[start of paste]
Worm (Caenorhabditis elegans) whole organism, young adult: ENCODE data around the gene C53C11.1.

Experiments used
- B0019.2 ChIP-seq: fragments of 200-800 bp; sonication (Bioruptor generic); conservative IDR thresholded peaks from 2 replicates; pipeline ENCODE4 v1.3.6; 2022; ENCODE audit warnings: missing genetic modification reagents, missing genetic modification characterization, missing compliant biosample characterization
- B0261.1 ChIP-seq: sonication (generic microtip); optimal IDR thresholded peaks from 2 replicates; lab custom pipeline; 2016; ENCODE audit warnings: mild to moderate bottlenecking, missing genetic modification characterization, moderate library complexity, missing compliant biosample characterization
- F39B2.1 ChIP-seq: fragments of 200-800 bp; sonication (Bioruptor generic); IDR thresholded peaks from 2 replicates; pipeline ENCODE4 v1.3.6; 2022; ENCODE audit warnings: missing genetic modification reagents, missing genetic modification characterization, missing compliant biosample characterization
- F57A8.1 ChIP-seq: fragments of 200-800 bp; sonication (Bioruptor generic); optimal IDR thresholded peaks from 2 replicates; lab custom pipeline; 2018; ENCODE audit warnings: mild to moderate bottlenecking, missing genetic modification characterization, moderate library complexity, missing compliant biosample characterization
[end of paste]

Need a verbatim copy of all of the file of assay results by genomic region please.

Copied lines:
Worm (Caenorhabditis elegans) whole organism, young adult: ENCODE data around the gene C53C11.1.

Experiments used
- B0019.2 ChIP-seq: fragments of 200-800 bp; sonication (Bioruptor generic); conservative IDR thresholded peaks from 2 replicates; pipeline ENCODE4 v1.3.6; 2022; ENCODE audit warnings: missing genetic modification reagents, missing genetic modification characterization, missing compliant biosample characterization
- B0261.1 ChIP-seq: sonication (generic microtip); optimal IDR thresholded peaks from 2 replicates; lab custom pipeline; 2016; ENCODE audit warnings: mild to moderate bottlenecking, missing genetic modification characterization, moderate library complexity, missing compliant biosample characterization
- F39B2.1 ChIP-seq: fragments of 200-800 bp; sonication (Bioruptor generic); IDR thresholded peaks from 2 replicates; pipeline ENCODE4 v1.3.6; 2022; ENCODE audit warnings: missing genetic modification reagents, missing genetic modification characterization, missing compliant biosample characterization
- F57A8.1 ChIP-seq: fragments of 200-800 bp; sonication (Bioruptor generic); optimal IDR thresholded peaks from 2 replicates; lab custom pipeline; 2018; ENCODE audit warnings: mild to moderate bottlenecking, missing genetic modification characterization, moderate library complexity, missing compliant biosample characterization